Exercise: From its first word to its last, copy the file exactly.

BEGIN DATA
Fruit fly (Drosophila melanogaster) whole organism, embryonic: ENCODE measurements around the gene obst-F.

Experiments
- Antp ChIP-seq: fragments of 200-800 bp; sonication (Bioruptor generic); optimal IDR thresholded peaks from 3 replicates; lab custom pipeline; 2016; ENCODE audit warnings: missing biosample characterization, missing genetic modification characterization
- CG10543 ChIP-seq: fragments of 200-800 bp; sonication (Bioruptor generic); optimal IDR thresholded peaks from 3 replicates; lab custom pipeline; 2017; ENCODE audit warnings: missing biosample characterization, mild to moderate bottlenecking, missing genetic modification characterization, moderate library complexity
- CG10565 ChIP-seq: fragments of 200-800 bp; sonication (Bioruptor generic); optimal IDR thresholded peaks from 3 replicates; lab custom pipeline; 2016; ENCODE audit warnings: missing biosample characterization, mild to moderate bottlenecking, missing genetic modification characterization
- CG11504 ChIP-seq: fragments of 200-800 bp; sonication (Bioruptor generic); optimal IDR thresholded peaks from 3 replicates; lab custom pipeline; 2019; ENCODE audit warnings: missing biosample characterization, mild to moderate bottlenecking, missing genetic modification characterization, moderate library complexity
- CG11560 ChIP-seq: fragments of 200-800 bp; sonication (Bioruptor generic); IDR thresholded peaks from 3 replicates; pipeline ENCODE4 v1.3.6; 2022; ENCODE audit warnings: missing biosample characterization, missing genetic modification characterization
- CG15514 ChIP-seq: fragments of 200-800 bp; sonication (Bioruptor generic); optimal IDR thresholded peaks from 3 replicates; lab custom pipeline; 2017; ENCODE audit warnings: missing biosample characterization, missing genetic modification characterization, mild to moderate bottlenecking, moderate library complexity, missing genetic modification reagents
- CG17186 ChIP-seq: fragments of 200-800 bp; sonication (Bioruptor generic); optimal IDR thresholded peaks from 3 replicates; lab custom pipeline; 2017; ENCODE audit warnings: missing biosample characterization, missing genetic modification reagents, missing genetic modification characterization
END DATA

Fruit fly (Drosophila melanogaster) whole organism, embryonic: ENCODE measurements around the gene obst-F.

Experiments
- Antp ChIP-seq: fragments of 200-800 bp; sonication (Bioruptor generic); optimal IDR thresholded peaks from 3 replicates; lab custom pipeline; 2016; ENCODE audit warnings: missing biosample characterization, missing genetic modification characterization
- CG10543 ChIP-seq: fragments of 200-800 bp; sonication (Bioruptor generic); optimal IDR thresholded peaks from 3 replicates; lab custom pipeline; 2017; ENCODE audit warnings: missing biosample characterization, mild to moderate bottlenecking, missing genetic modification characterization, moderate library complexity
- CG10565 ChIP-seq: fragments of 200-800 bp; sonication (Bioruptor generic); optimal IDR thresholded peaks from 3 replicates; lab custom pipeline; 2016; ENCODE audit warnings: missing biosample characterization, mild to moderate bottlenecking, missing genetic modification characterization
- CG11504 ChIP-seq: fragments of 200-800 bp; sonication (Bioruptor generic); optimal IDR thresholded peaks from 3 replicates; lab custom pipeline; 2019; ENCODE audit warnings: missing biosample characterization, mild to moderate bottlenecking, missing genetic modification characterization, moderate library complexity
- CG11560 ChIP-seq: fragments of 200-800 bp; sonication (Bioruptor generic); IDR thresholded peaks from 3 replicates; pipeline ENCODE4 v1.3.6; 2022; ENCODE audit warnings: missing biosample characterization, missing genetic modification characterization
- CG15514 ChIP-seq: fragments of 200-800 bp; sonication (Bioruptor generic); optimal IDR thresholded peaks from 3 replicates; lab custom pipeline; 2017; ENCODE audit warnings: missing biosample characterization, missing genetic modification characterization, mild to moderate bottlenecking, moderate library complexity, missing genetic modification reagents
- CG17186 ChIP-seq: fragments of 200-800 bp; sonication (Bioruptor generic); optimal IDR thresholded peaks from 3 replicates; lab custom pipeline; 2017; ENCODE audit warnings: missing biosample characterization, missing genetic modification reagents, missing genetic modification characterization